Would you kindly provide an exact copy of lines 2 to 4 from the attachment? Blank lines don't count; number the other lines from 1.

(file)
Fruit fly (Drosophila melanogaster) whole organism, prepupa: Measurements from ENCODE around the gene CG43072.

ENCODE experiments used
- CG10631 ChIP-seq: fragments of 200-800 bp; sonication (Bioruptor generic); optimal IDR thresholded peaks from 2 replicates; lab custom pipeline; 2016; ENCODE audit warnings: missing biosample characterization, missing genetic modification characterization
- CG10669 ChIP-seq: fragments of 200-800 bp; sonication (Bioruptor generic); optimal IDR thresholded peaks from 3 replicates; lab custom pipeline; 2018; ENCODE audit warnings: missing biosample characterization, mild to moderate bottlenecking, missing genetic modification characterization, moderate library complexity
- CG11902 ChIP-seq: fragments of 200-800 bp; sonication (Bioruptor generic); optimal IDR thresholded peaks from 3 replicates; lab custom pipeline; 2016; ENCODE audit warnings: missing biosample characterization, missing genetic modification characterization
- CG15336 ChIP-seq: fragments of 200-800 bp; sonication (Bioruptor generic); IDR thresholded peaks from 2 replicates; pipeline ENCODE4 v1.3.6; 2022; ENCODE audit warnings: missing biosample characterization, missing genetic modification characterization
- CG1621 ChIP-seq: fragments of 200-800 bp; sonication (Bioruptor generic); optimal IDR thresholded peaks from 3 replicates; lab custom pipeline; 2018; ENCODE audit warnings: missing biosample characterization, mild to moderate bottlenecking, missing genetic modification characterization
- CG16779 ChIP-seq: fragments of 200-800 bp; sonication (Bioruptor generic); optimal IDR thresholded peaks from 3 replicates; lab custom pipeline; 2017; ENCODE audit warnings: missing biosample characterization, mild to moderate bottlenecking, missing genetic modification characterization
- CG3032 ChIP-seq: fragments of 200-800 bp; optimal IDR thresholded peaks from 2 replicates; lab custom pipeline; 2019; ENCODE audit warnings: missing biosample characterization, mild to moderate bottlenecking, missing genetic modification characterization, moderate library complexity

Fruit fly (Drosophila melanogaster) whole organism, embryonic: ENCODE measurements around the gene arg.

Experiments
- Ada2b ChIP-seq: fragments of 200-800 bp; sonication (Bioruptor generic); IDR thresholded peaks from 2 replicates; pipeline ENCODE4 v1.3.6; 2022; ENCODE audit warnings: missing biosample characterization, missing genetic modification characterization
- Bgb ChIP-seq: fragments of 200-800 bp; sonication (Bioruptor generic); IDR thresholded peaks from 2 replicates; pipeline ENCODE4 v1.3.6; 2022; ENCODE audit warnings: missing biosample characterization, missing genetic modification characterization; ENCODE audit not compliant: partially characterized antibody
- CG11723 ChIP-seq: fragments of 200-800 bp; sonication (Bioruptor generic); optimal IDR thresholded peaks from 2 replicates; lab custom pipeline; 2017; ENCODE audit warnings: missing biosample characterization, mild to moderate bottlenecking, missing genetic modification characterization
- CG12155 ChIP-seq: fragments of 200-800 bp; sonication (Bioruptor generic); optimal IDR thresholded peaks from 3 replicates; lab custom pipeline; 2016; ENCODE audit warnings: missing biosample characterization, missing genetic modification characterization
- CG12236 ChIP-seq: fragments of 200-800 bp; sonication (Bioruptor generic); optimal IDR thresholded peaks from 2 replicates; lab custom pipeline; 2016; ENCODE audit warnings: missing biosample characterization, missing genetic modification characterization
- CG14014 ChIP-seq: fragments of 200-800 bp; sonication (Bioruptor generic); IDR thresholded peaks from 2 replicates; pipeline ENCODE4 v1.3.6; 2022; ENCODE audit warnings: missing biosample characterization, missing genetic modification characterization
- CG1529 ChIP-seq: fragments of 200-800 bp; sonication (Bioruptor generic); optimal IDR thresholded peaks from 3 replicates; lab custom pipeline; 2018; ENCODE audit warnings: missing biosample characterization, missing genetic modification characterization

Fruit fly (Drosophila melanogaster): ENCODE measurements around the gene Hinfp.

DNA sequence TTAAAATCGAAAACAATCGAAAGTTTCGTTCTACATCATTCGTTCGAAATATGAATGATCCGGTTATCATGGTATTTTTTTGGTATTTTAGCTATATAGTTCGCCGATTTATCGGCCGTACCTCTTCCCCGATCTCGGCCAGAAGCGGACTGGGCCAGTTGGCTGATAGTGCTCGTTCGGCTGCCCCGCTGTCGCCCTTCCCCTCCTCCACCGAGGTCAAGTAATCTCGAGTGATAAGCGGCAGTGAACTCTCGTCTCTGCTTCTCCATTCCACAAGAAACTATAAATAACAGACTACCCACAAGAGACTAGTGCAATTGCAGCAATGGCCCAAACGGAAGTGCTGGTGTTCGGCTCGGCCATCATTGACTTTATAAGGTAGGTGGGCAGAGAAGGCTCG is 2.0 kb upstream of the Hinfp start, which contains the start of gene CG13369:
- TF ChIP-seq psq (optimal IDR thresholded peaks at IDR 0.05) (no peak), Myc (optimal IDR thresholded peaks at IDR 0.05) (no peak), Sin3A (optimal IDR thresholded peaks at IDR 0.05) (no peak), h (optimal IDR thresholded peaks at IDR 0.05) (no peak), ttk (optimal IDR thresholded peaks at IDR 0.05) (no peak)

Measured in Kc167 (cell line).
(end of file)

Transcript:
ENCODE experiments used
- CG10631 ChIP-seq: fragments of 200-800 bp; sonication (Bioruptor generic); optimal IDR thresholded peaks from 2 replicates; lab custom pipeline; 2016; ENCODE audit warnings: missing biosample characterization, missing genetic modification characterization
- CG10669 ChIP-seq: fragments of 200-800 bp; sonication (Bioruptor generic); optimal IDR thresholded peaks from 3 replicates; lab custom pipeline; 2018; ENCODE audit warnings: missing biosample characterization, mild to moderate bottlenecking, missing genetic modification characterization, moderate library complexity